Identifying Acne Treatment Uncertainties via a James Lind Alliance Priority Setting Partnership

Layton et al. (2015) full text summary PDF

For which topic were research priorities identified?


In which location was the research priority setting conducted?

Europe - United Kingdom

Why was it conducted at all?

So far, no PSP has targeted a disease with peak prevalence during adolescence in mainly healthy subjects. Although acne is starting earlier4 and lasting longer, possibly as a result of lifestyle changes, peak prevalence is between the ages of 16 and 20 years. The age range of acne now spans five decades; few teenagers in Westernised societies are able to avoid acne in one form or other. For reasons that remain poorly understood, postadolescent acne is more common in women than inmen. Acne was one of three skin conditions in the top 10 most prevalent diseases worldwide in 2010. However, the most widely used treatments have changed little in the past 30 years. Systematic reviews have consistently shown a paucity of robust evidence from adequately powered randomised controlled trials. When compared with disease burden as estimated by disability-adjusted life years from the Global Burden of Disease 2010 project, acne is under-represented in the Cochrane Database of Systematic Reviews.

What was the objective?

to identify and rank treatment uncertainties by bringing together people with acne, and professionals providing care within and beyond the National Health Service

What was the outcome?

a ranking list of 10 research questions

How long did the research prioritization take?

November 2012 - March 2014

Which methods were used to identify research priorities?

JLA method

How were the priorities for research identified exactly?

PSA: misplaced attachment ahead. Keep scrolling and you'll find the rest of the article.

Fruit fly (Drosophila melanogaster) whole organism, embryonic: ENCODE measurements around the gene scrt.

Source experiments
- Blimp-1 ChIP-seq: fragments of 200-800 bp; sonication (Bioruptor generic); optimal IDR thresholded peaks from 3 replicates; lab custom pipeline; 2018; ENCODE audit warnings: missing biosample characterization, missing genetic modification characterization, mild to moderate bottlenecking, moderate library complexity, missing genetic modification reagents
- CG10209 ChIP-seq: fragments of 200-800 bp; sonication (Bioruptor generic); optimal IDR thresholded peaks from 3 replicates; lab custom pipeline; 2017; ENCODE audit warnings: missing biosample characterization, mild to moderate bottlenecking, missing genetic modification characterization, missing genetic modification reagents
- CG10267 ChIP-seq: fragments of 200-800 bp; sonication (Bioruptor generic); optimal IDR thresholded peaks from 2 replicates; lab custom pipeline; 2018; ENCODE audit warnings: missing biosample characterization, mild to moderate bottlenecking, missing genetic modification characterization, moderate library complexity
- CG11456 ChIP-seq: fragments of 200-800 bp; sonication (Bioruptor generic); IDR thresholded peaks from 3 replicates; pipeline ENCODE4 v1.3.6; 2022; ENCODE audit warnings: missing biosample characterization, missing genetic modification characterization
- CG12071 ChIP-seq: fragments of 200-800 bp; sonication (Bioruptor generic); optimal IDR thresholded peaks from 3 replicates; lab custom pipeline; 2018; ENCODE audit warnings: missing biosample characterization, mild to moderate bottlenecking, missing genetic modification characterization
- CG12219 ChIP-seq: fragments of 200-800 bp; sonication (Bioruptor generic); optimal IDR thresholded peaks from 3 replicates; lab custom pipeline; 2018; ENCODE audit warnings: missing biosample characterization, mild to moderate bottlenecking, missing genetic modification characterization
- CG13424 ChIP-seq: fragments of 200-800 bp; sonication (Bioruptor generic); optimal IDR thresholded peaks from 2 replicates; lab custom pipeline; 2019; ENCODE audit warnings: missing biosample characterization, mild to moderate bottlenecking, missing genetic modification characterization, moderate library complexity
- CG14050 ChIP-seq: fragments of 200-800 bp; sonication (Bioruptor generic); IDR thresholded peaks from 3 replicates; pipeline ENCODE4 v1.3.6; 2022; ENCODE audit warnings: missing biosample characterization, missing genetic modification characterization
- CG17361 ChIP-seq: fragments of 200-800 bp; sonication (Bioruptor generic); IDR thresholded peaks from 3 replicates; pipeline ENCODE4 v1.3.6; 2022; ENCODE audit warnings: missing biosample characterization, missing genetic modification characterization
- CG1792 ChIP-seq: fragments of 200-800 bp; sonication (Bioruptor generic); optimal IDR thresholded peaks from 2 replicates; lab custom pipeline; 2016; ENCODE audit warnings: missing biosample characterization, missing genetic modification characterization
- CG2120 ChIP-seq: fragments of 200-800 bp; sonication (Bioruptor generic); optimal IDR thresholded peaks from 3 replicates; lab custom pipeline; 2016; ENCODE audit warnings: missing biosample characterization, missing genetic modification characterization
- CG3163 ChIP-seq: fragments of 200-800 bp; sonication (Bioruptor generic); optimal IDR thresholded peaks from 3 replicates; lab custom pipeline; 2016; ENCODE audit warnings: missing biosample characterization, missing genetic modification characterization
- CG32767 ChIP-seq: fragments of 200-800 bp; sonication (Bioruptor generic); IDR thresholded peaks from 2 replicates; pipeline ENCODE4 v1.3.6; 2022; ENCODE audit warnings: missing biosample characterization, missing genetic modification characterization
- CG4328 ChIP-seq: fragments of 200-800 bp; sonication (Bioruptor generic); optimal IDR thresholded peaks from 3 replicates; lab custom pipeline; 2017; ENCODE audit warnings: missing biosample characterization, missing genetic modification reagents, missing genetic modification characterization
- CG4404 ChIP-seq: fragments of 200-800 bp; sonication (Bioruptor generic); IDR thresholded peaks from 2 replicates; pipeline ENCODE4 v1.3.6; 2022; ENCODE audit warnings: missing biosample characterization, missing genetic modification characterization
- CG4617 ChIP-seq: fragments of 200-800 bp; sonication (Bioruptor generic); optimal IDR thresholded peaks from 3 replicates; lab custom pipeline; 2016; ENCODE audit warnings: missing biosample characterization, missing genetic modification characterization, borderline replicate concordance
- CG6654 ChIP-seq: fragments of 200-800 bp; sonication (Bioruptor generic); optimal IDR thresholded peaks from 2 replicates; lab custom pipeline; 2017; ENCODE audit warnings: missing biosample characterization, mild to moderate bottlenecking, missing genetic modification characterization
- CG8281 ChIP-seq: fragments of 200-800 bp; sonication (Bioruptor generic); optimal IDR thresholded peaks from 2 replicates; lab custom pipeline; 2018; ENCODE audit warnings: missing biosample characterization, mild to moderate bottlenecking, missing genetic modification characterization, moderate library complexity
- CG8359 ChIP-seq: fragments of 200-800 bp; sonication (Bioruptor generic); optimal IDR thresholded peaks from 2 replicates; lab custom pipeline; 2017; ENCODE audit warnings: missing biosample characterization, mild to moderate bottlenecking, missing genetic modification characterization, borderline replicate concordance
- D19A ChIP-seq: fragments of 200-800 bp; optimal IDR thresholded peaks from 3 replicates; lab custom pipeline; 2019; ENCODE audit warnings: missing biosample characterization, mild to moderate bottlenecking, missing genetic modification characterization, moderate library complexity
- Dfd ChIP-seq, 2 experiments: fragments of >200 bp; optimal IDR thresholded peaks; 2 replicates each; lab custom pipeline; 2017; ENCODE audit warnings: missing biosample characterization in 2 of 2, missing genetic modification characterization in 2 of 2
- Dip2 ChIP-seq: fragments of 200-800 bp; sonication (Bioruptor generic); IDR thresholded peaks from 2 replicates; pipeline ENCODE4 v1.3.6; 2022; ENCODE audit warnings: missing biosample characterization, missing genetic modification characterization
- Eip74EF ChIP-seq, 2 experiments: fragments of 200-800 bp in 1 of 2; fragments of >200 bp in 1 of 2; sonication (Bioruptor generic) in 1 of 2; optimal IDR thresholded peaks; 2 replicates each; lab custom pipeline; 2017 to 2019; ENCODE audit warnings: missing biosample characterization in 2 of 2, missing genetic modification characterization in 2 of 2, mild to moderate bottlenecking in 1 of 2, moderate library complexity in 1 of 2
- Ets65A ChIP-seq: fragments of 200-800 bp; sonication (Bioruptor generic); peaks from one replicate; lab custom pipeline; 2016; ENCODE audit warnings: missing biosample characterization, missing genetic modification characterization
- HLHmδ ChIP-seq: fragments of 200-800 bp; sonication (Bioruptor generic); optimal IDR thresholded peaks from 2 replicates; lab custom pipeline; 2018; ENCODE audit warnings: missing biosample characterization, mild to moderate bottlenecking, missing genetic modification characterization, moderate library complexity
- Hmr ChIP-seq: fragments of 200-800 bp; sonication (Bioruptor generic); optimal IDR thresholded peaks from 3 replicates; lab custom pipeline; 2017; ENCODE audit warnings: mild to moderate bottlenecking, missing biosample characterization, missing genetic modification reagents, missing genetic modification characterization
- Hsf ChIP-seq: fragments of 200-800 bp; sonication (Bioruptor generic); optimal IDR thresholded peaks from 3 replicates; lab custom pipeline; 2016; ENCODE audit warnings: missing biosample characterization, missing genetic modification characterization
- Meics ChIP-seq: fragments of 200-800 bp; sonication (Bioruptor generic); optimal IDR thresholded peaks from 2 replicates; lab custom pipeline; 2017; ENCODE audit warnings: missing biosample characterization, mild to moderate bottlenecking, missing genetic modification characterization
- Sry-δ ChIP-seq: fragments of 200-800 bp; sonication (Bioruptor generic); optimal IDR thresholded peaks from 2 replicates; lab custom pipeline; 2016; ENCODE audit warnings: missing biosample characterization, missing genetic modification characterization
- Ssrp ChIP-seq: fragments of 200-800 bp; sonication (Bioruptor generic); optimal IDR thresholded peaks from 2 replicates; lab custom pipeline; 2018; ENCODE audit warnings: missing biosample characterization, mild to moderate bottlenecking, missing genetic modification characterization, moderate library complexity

Step 1: setting up PSP: partner organizations contacted, informal meeting held, survey drafted. Step 2: collecting uncertainties: via survey to complement search of research recommendations within recent, relevant and reliable systematic reviews or treatment guidelines undertaken, 8276 questions submitted. Step 3: data processing: responses collated into themes, check against evidence, out-of-scope removed, top 30 most popular themes taken forward. Step 4: interim ranking: participants were asked to choose the three questions they felt were most important and to rank them, steering group appraised ranked scores from patients and professionals and selected 18 uncertainties to be taken forward based on highest ranking by both groups. Step 5: final prioritization: workshop: participants provided with ranks from vote and number of related submissions from survey 1, small group discussions with nominal group technique, small group rankings, plenary discussion

Which stakeholders took part?

Teenagers and adults with acne, parents, partners, nurses, clinicians, pharmacists, private practitioners. Survey: 2288 participants (1636 patients or family members and 652 professionals). Interim ranking: 2822 participants: 1573 people with acne, 237 family members and 1012 professionals. Workshop: 43 participants: 13 patients, 12 professionals, 13 observers.

How were stakeholders recruited?

organizational stakeholders were asked to promote the PSP and survey to members via email, via their own website or in any other way they wished. Posters and flyers were sent to local and specialist centres within the UK. In addition, a national chain of community pharmacies distributed flyers via their branches. A dedicated Twitter account was set up. Steering group members were asked to email colleagues and contacts and/or put adverts in local newsletters. Two national health-related organizations, Talk Health and Embarrassing Bodies, promoted the survey via a variety of mechanisms including their own websites. A celebrity agreed to endorse the PSP on the home page of the website and another generated a promotional video. The same methods used to promote the harvesting survey were used to promote the vote.

Were stakeholders actively involved or did they just participate?

Stakeholders not only participated but were also actively involved in the research prioritization process: They were part of a steering group. The steering group consisted of representative of the JLA, people with acne, healthcare and allied professionals involved in treatment delivery, experts in patient and public involvement in research and information management. The members were involved in all steps.